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Buy Low, Sell High
Buy low, sell high. That’s just one of the mantras more than a thousand Colorado high school students recited while participating in the Junior Achievement Stock Market Challenge recently. CPR’s education reporter Jenny Brundin took a peek into the chaotic world of teenaged high stakes trading and filed this report.
Here is a transcript of her report.
Reporter Jenny Brundin: It’s early in the morning. Way too early for high school kids. But when they file into the Cable Center at the University of Denver campus – what must be a hundred pounds of sugary donuts await them. Enough to wake them up.
Announcer: Martin Luther King Jr. Early College….MLK Team: Yeah! (cheering)
Reporter : The winner among these 60 teams will be the one that ends the hour with the largest portfolio. They start with $500,000 in stocks.
Announcer: 3, 2, 1 (bell rings)
Reporter : Oh, something else I forgot to mention. Each “stock market day” lasts 60 seconds. The competition lasts 60 days. I calculate – that’s one hour of donut-fueled intensity.
Boulder High Team 3: Hey no! Don’t buy in Credit Fuel, its going down.
Reporter : Boulder High Team #3. It’s their first time here.
Girl 1: Sell, you need to sell!
Girl 2: Keep it!! if it’s going up you have to keep it!
Girl 1: No if it’s going down you have to sell it.
Trader: Hot tip!
Reporter : Every few minutes the kids get a “hot tip” about a company –or a major world event that could rock their stocks.
Girl 1: Axel Group has reached an agreement to provide lithium ion polymer batteries…(fade under)
.Reporter : They can be a little tricky to decipher.
Girl 1: Wait! A shot in the arm? Wait! What’s that? Is that bad or good?
Girl 2: It’s good. OK, we’re alright.
Reporter: Next table over, the Boulder High Boys Team 4. They also have split opinions.
Boy 1: Let’s invest in Axel right away.
Boy 2: Dude, I think we should put it in PZI, man.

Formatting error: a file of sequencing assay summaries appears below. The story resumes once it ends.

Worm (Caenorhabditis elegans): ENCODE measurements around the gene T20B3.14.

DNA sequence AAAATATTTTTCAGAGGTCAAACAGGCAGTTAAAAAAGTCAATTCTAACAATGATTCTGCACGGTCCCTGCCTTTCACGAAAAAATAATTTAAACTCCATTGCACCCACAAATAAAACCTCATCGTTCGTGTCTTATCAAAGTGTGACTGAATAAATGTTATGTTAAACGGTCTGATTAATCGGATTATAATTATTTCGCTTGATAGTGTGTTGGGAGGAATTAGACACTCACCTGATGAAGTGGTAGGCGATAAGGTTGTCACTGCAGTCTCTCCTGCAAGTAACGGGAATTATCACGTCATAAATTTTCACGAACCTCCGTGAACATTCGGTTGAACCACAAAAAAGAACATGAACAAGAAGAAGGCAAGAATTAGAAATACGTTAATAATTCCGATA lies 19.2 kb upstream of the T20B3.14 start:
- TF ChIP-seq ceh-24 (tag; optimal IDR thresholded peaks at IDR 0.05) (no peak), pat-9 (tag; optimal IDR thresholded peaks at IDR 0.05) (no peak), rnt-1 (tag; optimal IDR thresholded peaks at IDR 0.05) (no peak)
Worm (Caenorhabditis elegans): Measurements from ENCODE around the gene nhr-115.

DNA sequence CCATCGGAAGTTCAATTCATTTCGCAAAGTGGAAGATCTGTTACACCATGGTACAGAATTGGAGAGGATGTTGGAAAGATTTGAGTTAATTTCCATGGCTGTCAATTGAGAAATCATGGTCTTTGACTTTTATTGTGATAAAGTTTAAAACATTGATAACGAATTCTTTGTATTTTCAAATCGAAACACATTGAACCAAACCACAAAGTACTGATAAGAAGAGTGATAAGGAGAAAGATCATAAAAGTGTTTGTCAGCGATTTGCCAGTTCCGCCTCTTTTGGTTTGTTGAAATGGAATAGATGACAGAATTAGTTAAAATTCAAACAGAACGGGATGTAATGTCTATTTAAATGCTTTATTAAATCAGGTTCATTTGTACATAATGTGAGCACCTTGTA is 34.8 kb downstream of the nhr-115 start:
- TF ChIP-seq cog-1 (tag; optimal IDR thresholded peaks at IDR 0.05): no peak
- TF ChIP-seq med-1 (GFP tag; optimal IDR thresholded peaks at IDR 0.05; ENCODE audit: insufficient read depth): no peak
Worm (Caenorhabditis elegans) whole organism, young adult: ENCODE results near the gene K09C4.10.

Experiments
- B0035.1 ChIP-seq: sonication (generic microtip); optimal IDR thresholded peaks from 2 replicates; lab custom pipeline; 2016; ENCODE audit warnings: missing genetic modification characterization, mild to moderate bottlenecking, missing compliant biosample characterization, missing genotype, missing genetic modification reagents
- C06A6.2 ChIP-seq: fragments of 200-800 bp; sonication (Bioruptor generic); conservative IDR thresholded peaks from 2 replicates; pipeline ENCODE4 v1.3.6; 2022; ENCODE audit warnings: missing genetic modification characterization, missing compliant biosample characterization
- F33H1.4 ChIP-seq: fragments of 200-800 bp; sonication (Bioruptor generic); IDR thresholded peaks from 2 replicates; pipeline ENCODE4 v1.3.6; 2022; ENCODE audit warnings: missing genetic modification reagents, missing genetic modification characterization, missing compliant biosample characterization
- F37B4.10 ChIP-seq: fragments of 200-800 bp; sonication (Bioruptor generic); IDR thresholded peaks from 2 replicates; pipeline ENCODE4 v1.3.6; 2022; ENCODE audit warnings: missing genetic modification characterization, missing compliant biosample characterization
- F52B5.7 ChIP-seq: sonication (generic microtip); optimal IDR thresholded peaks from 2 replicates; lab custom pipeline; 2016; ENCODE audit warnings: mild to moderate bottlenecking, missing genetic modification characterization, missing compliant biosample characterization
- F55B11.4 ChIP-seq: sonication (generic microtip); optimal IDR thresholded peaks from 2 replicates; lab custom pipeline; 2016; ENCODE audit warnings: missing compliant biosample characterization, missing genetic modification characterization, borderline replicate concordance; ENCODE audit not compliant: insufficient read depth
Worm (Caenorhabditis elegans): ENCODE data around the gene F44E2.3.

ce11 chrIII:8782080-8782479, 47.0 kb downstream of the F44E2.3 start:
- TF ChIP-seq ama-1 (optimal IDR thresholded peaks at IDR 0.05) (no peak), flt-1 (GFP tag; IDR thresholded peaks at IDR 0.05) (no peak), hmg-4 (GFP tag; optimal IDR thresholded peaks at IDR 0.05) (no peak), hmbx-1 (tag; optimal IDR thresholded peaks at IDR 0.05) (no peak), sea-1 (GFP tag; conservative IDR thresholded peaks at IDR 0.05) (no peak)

Reporter: They already own stock in PZI. They turn to a giant screen of rolling stocks see how their stock’s done. Not good.
Boy 1: We bought it at 36.75. Boy 2: Ouch. Boy 1: Swearing.
Reporter : These kids even swear like real traders.
Reporter: Swearing aside, organizers say kids are learning a lot: how important capital is to business, and how world events impact the economy. They gain skills to manage their financial futures. After all, these kids aren’t really counting on having social security or pensions. They figure they’ve got to make their own way. Student Jarod Young says when he’s older he would invest just to help his family make ends meet.
Jarod Young: I just want to be able to pay the bills and just have a little money left over and save it.
Reporter : Josh Neiman from Boulder High says he knows it can be risky, but investing can be a good way to keep up with inflation.
Josh Neiman: Well when you put your money in a bank you make 1 percent maybe. You put it in the stock market, historically you make 7 or 8 percent. If you just diversify it, it’s a really smart way to maintain your money.
Reporter : The competition’s also about teamwork. But tor Boulder Team 3, working together is a challenge – especially when the one boy on the team goes rogue. He approaches a trader to make a sale on a steel stock that’s going up:
Trader: What are you selling?
Jack Daly: Sell all of our shares in GPC?
Reporter : The move does not go down well.
Anna Daly: I told you just to sell some. Not all of it!
Jack: No you didn’t.
Anna: Yeah we did.
Reporter : The tension between these two is fierce. No wonder. I find out later they’re twins - Jack and Anna Daly. Never go rogue on your twin is the strong vibe I’m getting. But the team calms down, comes to their senses.
Anna: Let’s make a deal that we discuss with the team exactly what we’re going to do before we do it so we don’t have that problem again!
Reporter: A couple of minutes – er days – pass and it turns out Jack’s move wasn’t all that bad.
Anna: Sorry for yelling at you Jack.
Reporter : At half- time – I guess that’s what you call it - Boulder Team 4 is in 32nd place. So they do something drastic – sell a bunch of stocks and invest heavily in a company they think will go up. It doesn’t pan out.
Boy 1: Groan. Whatever. Are we still beating Boulder 3? Boy 2: No they’re ahead of us. Boy 1: Oh my God, really?
Reporter : The Boulder boys are horrified to learn that the freshmen Boulder girls plus Jack have beat them. In fact, Boulder 3’s portfolio grew 50% and their chaotic strategy got them to 18th place! And – they learned a lot about teamwork. Here’s Jack:
Jack: Communication was our biggest problem, but we really sorted things out at the end. Girl: And also – we really need to have more trust in each other because sometimes we were going to sell something …(fade down)
Reporter: But for all their lessons, they still didn’t win the day. Here’s the captain from Rock Canyon High Team 1, Noah Tarutis.
Noah Tarutis: We kind of put all of our eggs in a couple of baskets and kind of played it safe a little bit and kind of fluctuated with how we played it safe and then sometimes we spent a whole lot of money.
Reporter: You may not understand what he just said, but his team obviously did. Rock Canyon High teams swept – swept! - first, second and third place.